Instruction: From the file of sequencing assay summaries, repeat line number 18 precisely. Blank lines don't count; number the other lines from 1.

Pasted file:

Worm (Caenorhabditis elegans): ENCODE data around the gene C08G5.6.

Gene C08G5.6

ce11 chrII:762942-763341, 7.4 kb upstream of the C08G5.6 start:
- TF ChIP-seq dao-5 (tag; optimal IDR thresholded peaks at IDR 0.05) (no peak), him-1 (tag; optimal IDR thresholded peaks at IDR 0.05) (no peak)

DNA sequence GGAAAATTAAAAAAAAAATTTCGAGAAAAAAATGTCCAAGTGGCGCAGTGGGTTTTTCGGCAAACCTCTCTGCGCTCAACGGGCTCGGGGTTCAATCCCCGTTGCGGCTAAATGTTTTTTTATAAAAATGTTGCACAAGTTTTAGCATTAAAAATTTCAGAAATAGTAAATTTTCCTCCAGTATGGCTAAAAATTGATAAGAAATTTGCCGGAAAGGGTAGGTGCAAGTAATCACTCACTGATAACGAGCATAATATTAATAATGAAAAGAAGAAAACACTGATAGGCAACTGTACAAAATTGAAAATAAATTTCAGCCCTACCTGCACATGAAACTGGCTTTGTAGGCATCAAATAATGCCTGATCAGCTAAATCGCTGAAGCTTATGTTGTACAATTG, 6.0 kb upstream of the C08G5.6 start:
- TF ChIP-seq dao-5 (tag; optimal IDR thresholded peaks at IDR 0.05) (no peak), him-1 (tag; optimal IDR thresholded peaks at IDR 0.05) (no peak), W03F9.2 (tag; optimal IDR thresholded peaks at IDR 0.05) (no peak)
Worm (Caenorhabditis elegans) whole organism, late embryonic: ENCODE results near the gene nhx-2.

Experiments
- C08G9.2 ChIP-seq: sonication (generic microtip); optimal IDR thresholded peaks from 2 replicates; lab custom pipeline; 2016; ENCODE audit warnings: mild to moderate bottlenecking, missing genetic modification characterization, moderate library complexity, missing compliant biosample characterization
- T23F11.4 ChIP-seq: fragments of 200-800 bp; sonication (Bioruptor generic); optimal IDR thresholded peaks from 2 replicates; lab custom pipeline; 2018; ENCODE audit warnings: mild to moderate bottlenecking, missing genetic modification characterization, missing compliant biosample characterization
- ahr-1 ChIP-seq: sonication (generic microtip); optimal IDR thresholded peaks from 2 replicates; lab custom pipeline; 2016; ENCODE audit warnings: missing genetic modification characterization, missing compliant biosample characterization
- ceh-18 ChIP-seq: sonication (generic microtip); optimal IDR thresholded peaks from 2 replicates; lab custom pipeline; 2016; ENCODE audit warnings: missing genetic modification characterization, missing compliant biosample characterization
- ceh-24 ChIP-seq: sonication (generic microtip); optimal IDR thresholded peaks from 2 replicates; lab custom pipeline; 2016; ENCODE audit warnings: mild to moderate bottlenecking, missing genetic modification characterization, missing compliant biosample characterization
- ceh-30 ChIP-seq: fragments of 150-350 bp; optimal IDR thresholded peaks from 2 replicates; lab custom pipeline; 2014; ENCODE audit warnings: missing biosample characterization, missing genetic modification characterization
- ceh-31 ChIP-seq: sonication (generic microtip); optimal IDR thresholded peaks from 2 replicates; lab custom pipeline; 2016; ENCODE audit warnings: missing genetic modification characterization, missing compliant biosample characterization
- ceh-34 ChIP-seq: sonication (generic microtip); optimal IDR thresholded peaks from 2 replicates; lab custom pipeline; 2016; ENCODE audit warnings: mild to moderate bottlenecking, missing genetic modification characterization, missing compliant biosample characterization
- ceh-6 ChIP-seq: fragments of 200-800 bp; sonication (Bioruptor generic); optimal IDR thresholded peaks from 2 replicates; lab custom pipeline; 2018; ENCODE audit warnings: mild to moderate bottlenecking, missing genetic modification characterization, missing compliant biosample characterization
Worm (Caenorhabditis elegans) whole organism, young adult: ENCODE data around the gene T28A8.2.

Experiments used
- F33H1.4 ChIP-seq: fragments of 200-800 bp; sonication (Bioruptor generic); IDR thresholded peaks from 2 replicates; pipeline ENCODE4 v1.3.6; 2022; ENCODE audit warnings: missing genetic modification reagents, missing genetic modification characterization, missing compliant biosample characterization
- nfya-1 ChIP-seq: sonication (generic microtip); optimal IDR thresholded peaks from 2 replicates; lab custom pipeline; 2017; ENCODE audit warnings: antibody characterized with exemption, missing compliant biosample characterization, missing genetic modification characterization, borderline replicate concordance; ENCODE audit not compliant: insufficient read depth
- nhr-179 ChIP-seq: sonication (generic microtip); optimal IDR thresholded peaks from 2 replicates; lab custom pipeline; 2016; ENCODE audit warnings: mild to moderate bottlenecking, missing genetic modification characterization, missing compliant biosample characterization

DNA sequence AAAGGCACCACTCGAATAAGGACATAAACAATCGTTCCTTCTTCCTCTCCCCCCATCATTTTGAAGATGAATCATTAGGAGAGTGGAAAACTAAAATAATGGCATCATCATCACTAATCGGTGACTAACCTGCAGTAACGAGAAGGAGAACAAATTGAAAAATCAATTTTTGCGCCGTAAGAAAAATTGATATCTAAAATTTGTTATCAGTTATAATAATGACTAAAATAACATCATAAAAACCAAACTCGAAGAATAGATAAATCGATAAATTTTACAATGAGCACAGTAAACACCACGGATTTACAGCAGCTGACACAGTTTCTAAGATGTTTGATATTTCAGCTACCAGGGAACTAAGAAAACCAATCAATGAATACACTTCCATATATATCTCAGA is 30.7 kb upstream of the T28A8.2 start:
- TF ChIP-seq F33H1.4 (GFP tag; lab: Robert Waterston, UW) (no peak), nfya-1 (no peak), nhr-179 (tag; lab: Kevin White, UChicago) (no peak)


Worm (Caenorhabditis elegans) whole organism, young adult: ENCODE data around the gene T28A8.2.